August 26, 2010

An Illusion of Understanding

Hyderabad, India, The panel discussion on "Communicating Mathematics to Society at Large" at the International Congress of Mathematicians attracted a large, attentive crowd. The presentations and audience comments all served to illustrate the many opportunities available for reaching out to the general public while acknowledging the diversity of that audience.

Of particular interest was a question from an Indian journalist in attendance, who asked whether achieving an "illusion of understanding" was enough, when reports for the general public have to leave out technical details and skim over complexities. Panel members, both journalists and mathematicians, replied that understanding develops step by step, whether in recreational reading or in mathematical research, along a road that approaches "truth" or "reality."

Other comments highlighted the difference between communicating mathematics and communicating about mathematics and whether a meaningful distinction exists between communicating mathematics and teaching mathematics.

Panel members (from left to right) Marianne Freiberger, Christiane Rousseau, Günter Ziegler, and R. Ramachandran.

Presentations by the panel members set the stage for the discussion. Christiane Rousseau (Université de Montréal) talked about why mathematicians should be interested in communicating mathematics to the general public and what message they ought to deliver and how best to do it.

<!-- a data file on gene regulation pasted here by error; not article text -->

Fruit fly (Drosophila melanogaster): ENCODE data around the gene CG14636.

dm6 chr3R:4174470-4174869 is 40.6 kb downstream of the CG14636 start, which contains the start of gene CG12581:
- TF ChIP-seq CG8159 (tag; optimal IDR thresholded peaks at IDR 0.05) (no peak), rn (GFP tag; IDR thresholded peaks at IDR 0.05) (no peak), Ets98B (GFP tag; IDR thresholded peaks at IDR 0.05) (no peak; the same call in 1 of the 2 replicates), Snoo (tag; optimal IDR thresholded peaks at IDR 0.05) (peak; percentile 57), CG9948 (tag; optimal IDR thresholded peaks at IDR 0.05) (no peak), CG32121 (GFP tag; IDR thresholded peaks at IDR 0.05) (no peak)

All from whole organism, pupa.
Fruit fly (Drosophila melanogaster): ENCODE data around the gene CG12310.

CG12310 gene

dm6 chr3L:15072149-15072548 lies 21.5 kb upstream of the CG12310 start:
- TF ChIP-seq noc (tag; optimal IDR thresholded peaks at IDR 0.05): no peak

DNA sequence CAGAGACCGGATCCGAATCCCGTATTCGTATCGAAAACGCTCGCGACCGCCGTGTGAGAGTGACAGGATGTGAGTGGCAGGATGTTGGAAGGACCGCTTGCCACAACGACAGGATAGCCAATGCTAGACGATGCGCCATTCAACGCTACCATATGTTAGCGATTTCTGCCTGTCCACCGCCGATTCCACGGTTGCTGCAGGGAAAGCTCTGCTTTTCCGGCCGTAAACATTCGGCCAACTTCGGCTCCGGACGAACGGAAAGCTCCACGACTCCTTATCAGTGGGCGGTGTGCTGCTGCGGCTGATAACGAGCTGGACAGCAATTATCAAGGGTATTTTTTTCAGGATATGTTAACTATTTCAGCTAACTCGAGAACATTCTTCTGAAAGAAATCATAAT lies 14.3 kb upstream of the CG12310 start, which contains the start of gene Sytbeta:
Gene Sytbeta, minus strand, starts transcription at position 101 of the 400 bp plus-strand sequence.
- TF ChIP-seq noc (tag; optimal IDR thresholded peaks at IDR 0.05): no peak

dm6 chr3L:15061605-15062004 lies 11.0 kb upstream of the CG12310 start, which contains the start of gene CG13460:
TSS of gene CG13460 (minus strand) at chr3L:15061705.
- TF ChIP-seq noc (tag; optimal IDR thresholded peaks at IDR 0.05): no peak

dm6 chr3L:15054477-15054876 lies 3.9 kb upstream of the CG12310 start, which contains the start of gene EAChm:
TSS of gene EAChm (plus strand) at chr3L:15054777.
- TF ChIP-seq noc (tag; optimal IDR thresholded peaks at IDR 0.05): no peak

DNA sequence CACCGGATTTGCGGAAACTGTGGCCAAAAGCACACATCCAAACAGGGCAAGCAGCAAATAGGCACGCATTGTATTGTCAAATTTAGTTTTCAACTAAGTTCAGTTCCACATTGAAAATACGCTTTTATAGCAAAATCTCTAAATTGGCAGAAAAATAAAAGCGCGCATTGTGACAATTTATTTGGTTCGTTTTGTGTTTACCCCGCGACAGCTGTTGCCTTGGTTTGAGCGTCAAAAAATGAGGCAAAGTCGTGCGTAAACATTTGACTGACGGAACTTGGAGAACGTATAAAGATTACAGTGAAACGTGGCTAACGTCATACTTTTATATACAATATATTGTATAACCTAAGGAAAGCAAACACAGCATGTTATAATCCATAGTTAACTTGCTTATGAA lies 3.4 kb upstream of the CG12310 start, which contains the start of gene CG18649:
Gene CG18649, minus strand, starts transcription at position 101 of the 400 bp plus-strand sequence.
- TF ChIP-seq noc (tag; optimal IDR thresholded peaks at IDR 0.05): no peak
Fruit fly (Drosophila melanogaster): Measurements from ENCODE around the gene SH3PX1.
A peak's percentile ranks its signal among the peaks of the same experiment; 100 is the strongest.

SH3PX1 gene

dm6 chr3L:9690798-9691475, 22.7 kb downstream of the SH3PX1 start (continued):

I focused on the importance of understanding the intended audience and being aware of language barriers that can stand in the way of communication (see “Communicating Mathematics” and “The Mathematical Vocabulary Problem”).

Günter M. Ziegler (Deutsche Mathematiker-Vereinigung), who chaired the session, described settings and occasions that could be used for communicating mathematics. As illustrations, he used examples from the many successful programs developed for “Mathematics Year 2008” in Germany, ranging from blogs and articles to quiz shows, lectures, and websites.

Marianne Freiberger (Plus magazine) gave examples of the kinds of mathematical topics that the public finds particularly interesting, as shown in visits to articles at the Plus magazine website. Most popular was an article titled “Mysterious number 6174” by Yutaka Mishiyama. Next was the article “The story of the Gömböc,” prepared by Freiberger. People respond to such topics, even when they may be fearful of mathematics and even when the subject may have no obvious practical value, she noted.

Journalist R. Ramachandran (The Hindu) lamented the unsatisfactory state of science and math communication in India and the reluctance of Indian mathematicians to get involved with communicating mathematics to the public.

The session concluded with remarks on several efforts to develop multinational programs for communicating mathematics. In North America, the major mathematics institutes have joined together to put a special emphasis on “Mathematics of Planet Earth” in the year 2013. Rousseau heads that effort and is looking for support from other math societies and institutes throughout the world.

Photo by I. Peterson

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